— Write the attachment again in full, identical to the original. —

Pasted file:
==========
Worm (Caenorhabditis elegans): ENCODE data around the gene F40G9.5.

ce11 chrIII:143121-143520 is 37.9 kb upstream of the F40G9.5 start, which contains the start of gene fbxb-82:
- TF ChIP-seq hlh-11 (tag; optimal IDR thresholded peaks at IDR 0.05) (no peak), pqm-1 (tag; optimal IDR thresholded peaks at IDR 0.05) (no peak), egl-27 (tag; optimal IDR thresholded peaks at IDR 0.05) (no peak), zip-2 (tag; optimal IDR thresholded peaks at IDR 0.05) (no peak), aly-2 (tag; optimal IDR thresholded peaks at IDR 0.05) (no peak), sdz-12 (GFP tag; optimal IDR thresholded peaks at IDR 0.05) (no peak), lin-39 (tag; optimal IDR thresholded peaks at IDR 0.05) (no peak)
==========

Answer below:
Worm (Caenorhabditis elegans): ENCODE data around the gene F40G9.5.

ce11 chrIII:143121-143520 is 37.9 kb upstream of the F40G9.5 start, which contains the start of gene fbxb-82:
- TF ChIP-seq hlh-11 (tag; optimal IDR thresholded peaks at IDR 0.05) (no peak), pqm-1 (tag; optimal IDR thresholded peaks at IDR 0.05) (no peak), egl-27 (tag; optimal IDR thresholded peaks at IDR 0.05) (no peak), zip-2 (tag; optimal IDR thresholded peaks at IDR 0.05) (no peak), aly-2 (tag; optimal IDR thresholded peaks at IDR 0.05) (no peak), sdz-12 (GFP tag; optimal IDR thresholded peaks at IDR 0.05) (no peak), lin-39 (tag; optimal IDR thresholded peaks at IDR 0.05) (no peak)